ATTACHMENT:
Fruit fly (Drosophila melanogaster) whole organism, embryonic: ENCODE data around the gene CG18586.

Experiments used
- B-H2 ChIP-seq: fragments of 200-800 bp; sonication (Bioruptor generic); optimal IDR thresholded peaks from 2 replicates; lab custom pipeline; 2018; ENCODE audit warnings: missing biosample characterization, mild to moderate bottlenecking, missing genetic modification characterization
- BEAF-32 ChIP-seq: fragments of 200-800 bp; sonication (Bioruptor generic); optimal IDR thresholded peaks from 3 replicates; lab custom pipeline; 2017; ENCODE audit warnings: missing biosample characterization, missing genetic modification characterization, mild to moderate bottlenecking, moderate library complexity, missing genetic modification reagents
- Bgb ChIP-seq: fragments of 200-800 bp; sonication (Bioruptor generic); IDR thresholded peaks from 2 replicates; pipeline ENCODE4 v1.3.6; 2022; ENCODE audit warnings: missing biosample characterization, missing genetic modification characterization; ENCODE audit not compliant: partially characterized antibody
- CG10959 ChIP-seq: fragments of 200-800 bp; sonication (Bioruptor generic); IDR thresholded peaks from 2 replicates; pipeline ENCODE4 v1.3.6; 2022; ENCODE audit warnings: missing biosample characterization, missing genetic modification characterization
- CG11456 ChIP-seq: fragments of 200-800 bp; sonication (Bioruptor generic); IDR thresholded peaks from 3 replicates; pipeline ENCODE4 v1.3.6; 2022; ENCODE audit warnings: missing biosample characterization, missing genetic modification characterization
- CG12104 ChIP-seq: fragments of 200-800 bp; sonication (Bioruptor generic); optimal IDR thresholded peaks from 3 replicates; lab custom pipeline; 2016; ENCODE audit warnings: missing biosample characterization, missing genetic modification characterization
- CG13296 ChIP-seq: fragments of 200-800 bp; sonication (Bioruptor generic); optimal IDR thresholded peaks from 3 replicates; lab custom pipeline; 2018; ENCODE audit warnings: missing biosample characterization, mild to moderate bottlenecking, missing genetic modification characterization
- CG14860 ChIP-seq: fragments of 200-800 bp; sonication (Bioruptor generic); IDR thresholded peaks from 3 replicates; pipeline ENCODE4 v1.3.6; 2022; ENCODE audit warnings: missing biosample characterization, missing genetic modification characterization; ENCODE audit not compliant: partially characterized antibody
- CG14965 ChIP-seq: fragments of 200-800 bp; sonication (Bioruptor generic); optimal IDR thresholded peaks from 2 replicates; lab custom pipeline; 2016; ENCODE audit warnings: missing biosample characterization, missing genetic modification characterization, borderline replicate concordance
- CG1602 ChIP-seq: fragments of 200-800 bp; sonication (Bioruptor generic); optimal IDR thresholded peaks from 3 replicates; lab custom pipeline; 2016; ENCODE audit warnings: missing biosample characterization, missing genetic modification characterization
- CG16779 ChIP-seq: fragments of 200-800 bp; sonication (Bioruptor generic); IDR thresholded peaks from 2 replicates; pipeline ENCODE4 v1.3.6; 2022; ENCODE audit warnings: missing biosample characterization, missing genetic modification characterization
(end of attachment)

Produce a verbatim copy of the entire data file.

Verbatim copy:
Fruit fly (Drosophila melanogaster) whole organism, embryonic: ENCODE data around the gene CG18586.

Experiments used
- B-H2 ChIP-seq: fragments of 200-800 bp; sonication (Bioruptor generic); optimal IDR thresholded peaks from 2 replicates; lab custom pipeline; 2018; ENCODE audit warnings: missing biosample characterization, mild to moderate bottlenecking, missing genetic modification characterization
- BEAF-32 ChIP-seq: fragments of 200-800 bp; sonication (Bioruptor generic); optimal IDR thresholded peaks from 3 replicates; lab custom pipeline; 2017; ENCODE audit warnings: missing biosample characterization, missing genetic modification characterization, mild to moderate bottlenecking, moderate library complexity, missing genetic modification reagents
- Bgb ChIP-seq: fragments of 200-800 bp; sonication (Bioruptor generic); IDR thresholded peaks from 2 replicates; pipeline ENCODE4 v1.3.6; 2022; ENCODE audit warnings: missing biosample characterization, missing genetic modification characterization; ENCODE audit not compliant: partially characterized antibody
- CG10959 ChIP-seq: fragments of 200-800 bp; sonication (Bioruptor generic); IDR thresholded peaks from 2 replicates; pipeline ENCODE4 v1.3.6; 2022; ENCODE audit warnings: missing biosample characterization, missing genetic modification characterization
- CG11456 ChIP-seq: fragments of 200-800 bp; sonication (Bioruptor generic); IDR thresholded peaks from 3 replicates; pipeline ENCODE4 v1.3.6; 2022; ENCODE audit warnings: missing biosample characterization, missing genetic modification characterization
- CG12104 ChIP-seq: fragments of 200-800 bp; sonication (Bioruptor generic); optimal IDR thresholded peaks from 3 replicates; lab custom pipeline; 2016; ENCODE audit warnings: missing biosample characterization, missing genetic modification characterization
- CG13296 ChIP-seq: fragments of 200-800 bp; sonication (Bioruptor generic); optimal IDR thresholded peaks from 3 replicates; lab custom pipeline; 2018; ENCODE audit warnings: missing biosample characterization, mild to moderate bottlenecking, missing genetic modification characterization
- CG14860 ChIP-seq: fragments of 200-800 bp; sonication (Bioruptor generic); IDR thresholded peaks from 3 replicates; pipeline ENCODE4 v1.3.6; 2022; ENCODE audit warnings: missing biosample characterization, missing genetic modification characterization; ENCODE audit not compliant: partially characterized antibody
- CG14965 ChIP-seq: fragments of 200-800 bp; sonication (Bioruptor generic); optimal IDR thresholded peaks from 2 replicates; lab custom pipeline; 2016; ENCODE audit warnings: missing biosample characterization, missing genetic modification characterization, borderline replicate concordance
- CG1602 ChIP-seq: fragments of 200-800 bp; sonication (Bioruptor generic); optimal IDR thresholded peaks from 3 replicates; lab custom pipeline; 2016; ENCODE audit warnings: missing biosample characterization, missing genetic modification characterization
- CG16779 ChIP-seq: fragments of 200-800 bp; sonication (Bioruptor generic); IDR thresholded peaks from 2 replicates; pipeline ENCODE4 v1.3.6; 2022; ENCODE audit warnings: missing biosample characterization, missing genetic modification characterization